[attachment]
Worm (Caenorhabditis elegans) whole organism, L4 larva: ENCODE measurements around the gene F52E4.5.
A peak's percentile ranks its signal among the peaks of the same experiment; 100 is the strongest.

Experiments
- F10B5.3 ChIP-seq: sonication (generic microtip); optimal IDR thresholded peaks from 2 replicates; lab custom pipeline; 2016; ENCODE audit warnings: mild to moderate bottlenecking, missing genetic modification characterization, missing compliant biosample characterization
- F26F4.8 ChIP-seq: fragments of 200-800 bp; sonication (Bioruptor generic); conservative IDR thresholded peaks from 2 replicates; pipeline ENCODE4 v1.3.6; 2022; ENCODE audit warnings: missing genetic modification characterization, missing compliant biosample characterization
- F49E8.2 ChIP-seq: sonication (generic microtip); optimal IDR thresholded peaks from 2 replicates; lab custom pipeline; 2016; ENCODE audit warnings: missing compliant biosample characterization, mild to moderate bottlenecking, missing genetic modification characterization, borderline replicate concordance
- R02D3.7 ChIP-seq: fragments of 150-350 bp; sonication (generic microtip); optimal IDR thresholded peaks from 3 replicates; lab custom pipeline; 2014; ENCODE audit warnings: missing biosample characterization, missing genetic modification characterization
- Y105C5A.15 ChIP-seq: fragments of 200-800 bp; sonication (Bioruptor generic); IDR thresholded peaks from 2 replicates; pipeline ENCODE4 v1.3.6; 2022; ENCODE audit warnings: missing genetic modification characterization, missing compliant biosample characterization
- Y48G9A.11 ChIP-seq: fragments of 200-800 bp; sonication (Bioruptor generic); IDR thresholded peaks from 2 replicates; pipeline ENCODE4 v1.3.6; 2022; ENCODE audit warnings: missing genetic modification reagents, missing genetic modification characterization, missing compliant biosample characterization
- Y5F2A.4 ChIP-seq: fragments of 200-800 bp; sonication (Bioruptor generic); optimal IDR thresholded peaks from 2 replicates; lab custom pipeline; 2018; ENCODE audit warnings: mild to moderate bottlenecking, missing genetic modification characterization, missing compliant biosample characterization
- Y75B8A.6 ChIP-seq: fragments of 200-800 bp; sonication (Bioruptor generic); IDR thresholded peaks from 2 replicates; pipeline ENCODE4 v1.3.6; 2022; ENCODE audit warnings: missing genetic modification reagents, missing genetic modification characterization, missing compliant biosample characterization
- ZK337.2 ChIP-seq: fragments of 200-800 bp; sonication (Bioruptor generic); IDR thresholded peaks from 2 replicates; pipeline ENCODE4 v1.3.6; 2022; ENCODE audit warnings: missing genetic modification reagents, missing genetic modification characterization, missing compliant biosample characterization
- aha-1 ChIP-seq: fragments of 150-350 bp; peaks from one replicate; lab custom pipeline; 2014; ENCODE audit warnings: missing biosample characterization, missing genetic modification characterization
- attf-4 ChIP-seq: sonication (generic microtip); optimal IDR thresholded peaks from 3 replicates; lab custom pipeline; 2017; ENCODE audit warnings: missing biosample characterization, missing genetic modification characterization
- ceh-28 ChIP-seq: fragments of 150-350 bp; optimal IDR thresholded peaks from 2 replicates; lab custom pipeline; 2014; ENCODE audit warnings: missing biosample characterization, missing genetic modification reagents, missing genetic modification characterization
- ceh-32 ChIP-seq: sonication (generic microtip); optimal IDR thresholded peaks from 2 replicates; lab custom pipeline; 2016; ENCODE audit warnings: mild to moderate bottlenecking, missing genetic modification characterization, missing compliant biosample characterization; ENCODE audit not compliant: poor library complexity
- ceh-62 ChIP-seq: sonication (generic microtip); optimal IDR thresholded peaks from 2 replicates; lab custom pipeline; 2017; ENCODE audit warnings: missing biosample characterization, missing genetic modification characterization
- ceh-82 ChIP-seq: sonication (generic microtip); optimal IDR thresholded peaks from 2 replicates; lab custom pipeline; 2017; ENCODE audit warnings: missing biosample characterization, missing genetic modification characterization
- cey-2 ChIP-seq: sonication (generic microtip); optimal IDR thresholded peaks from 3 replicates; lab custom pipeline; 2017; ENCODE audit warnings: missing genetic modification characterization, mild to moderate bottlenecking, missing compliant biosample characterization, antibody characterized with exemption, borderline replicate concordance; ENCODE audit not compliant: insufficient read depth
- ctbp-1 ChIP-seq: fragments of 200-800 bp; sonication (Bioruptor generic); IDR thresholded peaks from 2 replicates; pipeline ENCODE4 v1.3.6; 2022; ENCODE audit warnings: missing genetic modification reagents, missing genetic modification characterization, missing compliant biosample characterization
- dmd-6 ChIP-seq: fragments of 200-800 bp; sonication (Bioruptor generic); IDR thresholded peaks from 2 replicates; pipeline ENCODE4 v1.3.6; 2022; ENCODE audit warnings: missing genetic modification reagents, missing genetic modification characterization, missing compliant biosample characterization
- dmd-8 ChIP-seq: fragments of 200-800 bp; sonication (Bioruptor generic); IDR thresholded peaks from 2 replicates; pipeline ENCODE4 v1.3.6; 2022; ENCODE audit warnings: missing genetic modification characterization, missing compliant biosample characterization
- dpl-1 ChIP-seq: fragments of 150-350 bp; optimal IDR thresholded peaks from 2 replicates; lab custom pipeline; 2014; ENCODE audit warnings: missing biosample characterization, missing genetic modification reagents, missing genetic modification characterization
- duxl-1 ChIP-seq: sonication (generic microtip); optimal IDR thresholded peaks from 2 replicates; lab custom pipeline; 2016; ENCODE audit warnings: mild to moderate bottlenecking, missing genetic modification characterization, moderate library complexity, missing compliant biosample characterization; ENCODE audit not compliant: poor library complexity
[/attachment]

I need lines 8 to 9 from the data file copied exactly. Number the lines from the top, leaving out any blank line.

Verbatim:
- Y105C5A.15 ChIP-seq: fragments of 200-800 bp; sonication (Bioruptor generic); IDR thresholded peaks from 2 replicates; pipeline ENCODE4 v1.3.6; 2022; ENCODE audit warnings: missing genetic modification characterization, missing compliant biosample characterization
- Y48G9A.11 ChIP-seq: fragments of 200-800 bp; sonication (Bioruptor generic); IDR thresholded peaks from 2 replicates; pipeline ENCODE4 v1.3.6; 2022; ENCODE audit warnings: missing genetic modification reagents, missing genetic modification characterization, missing compliant biosample characterization